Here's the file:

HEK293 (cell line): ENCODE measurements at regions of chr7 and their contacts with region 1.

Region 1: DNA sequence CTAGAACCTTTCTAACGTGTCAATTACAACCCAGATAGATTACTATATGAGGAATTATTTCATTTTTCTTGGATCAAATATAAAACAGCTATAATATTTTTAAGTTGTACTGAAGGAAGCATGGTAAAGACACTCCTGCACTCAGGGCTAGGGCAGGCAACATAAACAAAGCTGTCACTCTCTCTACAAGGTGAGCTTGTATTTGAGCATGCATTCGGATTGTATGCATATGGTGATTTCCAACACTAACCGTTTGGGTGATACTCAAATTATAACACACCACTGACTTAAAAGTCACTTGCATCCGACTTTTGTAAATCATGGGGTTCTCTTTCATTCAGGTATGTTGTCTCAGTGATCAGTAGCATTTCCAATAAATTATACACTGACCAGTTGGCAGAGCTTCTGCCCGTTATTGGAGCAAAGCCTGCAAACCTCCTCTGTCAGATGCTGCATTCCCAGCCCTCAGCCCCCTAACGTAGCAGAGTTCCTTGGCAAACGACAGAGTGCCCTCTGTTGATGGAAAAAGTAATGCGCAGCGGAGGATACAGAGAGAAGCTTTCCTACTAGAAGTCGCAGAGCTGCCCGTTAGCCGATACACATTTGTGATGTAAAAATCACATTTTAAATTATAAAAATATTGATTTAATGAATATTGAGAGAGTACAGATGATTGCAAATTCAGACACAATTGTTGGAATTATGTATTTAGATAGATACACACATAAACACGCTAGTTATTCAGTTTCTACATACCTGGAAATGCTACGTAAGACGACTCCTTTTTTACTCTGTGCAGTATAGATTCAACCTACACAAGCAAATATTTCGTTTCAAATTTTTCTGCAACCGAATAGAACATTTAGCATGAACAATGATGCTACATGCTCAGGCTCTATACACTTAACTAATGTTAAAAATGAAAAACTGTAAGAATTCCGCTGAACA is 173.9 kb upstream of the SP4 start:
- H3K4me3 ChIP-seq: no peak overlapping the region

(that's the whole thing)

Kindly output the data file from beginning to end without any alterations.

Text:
HEK293 (cell line): ENCODE measurements at regions of chr7 and their contacts with region 1.

Region 1: DNA sequence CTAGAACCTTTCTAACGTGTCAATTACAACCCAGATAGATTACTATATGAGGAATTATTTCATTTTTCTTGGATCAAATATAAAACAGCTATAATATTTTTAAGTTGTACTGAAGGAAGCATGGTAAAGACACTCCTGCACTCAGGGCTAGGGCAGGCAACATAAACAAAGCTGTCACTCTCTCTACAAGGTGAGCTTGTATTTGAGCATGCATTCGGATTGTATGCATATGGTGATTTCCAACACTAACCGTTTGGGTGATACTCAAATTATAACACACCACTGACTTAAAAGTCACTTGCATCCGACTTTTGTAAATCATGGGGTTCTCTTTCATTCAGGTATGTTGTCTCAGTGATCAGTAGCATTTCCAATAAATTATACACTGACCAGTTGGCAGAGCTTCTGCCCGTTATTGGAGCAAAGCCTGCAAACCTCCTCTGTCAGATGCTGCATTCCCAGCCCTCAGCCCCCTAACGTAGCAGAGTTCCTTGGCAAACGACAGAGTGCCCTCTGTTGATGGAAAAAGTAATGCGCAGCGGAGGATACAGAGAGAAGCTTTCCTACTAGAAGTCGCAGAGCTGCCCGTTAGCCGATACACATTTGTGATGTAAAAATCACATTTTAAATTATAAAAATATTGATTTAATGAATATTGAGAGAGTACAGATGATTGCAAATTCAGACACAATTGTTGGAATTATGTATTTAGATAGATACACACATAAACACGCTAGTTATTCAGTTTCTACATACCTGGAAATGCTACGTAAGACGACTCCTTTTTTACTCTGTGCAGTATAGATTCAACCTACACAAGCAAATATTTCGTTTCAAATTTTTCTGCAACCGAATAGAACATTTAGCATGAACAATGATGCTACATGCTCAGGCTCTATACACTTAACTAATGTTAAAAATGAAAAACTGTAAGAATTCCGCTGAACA is 173.9 kb upstream of the SP4 start:
- H3K4me3 ChIP-seq: no peak overlapping the region